Play Fantasy Use your Fantasy skills to win Cash Prizes. Join or start a league today. Play Now
 
Tag:Doug Hogue
Posted on: March 10, 2011 5:49 pm
Edited on: March 10, 2011 5:52 pm
 

Spring Practice Primer: Syracuse

Posted by Chip Patterson

College Football has no offseason. Every coach knows that the preparation for September begins now, in Spring Practice . So we here at the Eye on College Football  will get you ready as teams open spring ball with our Spring Practice Primers . Today, we look at Syracuse , who started spring practice Tuesday.


Can Syracuse prove that 2010 was the start of a new era, and not a fluke?

There is no mistaking that Syracuse found their man when they hired Doug Marrone as their new head coach before the 2009 season. The first Orange alumnus to do so since 1948, Marrone knows what it takes to turn Syracuse back into a winner.

Marrone played offensive line for Syracuse under head coach Dick MacPherson. Well known for a six season streak of bowl berths (with a 5-0-1 record) and an 11-0 regular season in 1987, MacPherson nearly lost his job before the streak started. Marrone played on the team that took Mac to his first bowl game as head coach of the Orange, a small success that many believe saved his job. Marrone has witnessed firsthand the foundations needed to establish a winning program at Syracuse. After a successful 2010 Syracuse entered spring practice with a buzz; a new feeling of optimism heading into Marrone's third season as coach.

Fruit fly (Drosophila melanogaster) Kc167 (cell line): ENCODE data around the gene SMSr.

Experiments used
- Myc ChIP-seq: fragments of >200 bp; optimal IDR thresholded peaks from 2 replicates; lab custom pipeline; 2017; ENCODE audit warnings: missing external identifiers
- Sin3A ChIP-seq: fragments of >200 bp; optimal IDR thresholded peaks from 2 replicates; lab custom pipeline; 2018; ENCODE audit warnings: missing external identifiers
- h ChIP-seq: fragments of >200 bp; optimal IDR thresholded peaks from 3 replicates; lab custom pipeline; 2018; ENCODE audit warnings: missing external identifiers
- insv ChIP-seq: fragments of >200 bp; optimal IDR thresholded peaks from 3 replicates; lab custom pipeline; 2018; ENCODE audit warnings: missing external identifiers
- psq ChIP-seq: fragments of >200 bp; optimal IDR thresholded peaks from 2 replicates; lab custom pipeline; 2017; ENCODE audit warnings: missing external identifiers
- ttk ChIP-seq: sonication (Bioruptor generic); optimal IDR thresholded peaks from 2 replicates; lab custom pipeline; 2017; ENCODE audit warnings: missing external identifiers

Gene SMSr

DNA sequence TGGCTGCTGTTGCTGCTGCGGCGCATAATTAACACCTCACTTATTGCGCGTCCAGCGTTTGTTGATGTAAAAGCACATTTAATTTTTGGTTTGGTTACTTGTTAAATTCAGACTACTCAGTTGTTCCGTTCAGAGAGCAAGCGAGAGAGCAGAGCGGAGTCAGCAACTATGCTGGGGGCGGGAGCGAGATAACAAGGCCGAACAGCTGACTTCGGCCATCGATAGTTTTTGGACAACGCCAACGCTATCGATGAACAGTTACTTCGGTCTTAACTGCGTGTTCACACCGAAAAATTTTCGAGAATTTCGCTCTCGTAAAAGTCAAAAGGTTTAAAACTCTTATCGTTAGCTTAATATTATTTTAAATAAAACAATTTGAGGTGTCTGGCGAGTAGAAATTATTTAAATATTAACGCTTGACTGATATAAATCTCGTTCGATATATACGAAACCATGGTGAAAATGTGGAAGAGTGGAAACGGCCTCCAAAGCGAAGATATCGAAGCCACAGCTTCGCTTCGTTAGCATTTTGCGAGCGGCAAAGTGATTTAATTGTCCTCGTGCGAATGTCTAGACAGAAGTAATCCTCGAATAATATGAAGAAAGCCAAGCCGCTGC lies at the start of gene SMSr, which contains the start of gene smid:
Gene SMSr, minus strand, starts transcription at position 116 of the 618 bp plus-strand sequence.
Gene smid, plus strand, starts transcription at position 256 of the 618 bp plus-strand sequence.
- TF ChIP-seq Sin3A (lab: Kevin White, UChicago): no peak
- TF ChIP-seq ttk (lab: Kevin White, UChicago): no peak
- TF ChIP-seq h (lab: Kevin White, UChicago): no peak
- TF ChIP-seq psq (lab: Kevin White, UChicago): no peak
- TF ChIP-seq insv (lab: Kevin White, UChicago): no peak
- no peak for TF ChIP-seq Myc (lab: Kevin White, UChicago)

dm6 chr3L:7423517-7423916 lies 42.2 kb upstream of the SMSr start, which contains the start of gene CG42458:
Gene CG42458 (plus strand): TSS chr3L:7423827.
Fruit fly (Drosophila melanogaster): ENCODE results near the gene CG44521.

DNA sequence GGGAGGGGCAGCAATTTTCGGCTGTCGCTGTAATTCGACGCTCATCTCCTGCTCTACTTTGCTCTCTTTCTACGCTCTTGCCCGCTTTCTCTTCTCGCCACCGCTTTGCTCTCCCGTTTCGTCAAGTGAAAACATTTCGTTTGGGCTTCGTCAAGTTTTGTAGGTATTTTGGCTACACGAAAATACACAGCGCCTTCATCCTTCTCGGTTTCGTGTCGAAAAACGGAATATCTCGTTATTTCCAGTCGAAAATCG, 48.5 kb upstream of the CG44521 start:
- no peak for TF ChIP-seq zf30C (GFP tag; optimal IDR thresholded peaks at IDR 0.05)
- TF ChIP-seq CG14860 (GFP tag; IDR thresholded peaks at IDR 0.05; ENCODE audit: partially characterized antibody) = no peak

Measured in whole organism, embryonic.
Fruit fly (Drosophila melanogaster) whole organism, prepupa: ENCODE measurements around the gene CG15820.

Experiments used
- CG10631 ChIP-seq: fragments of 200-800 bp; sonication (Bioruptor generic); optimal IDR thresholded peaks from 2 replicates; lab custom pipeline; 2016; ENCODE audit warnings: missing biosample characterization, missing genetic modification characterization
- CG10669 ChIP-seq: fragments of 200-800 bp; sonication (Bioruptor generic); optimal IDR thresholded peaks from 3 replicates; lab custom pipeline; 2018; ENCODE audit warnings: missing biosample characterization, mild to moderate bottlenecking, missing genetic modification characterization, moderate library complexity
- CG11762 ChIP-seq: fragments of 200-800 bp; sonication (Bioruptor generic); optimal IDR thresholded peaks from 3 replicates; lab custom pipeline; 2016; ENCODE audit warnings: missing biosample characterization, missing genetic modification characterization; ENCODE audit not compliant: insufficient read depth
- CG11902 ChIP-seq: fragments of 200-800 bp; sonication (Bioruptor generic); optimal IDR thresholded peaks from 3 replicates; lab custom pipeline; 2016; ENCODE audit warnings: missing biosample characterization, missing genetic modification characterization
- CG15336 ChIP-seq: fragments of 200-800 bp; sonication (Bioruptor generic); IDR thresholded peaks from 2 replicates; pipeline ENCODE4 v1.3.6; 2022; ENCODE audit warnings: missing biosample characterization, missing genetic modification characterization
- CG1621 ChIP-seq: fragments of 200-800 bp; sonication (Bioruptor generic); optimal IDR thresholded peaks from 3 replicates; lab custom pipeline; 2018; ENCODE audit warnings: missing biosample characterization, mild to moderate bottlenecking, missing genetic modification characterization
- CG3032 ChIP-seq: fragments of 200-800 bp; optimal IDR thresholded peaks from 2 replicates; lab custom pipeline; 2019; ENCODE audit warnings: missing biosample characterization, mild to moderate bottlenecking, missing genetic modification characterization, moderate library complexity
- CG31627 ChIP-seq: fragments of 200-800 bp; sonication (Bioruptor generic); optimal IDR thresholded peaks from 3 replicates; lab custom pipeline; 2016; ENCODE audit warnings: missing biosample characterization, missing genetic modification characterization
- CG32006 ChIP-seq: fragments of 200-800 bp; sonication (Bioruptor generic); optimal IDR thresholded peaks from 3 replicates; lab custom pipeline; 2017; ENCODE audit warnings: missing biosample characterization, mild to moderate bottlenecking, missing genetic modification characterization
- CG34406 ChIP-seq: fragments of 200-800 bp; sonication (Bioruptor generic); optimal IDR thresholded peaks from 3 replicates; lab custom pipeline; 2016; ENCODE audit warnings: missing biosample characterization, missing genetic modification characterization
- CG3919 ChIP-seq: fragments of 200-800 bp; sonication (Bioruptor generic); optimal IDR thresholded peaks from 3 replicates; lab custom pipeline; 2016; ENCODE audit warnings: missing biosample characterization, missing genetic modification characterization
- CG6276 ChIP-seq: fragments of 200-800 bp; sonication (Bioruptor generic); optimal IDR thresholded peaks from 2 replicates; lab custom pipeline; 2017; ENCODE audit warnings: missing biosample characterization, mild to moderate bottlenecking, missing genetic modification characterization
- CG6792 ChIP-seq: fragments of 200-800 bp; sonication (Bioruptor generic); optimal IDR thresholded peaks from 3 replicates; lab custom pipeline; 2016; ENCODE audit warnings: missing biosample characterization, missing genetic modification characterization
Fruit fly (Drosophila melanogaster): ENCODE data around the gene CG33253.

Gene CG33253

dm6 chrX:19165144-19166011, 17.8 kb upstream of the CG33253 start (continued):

"We've got a glow about us," said running back Antwon Bailey. "It's good to be back, just to have a helmet on again."

The 2010 Syracuse Orange finished 8-5 with a dramatic 36-34 victory over Kansas State in the Pinstripe Bowl. It was the best record, and first bowl win since the 2001 season. More than that, it was the first time the Orange had made the postseason since 2004. Syracuse was never quite a player in the wide-open Big East title race, but they made enough noise to earn the respect of the conference.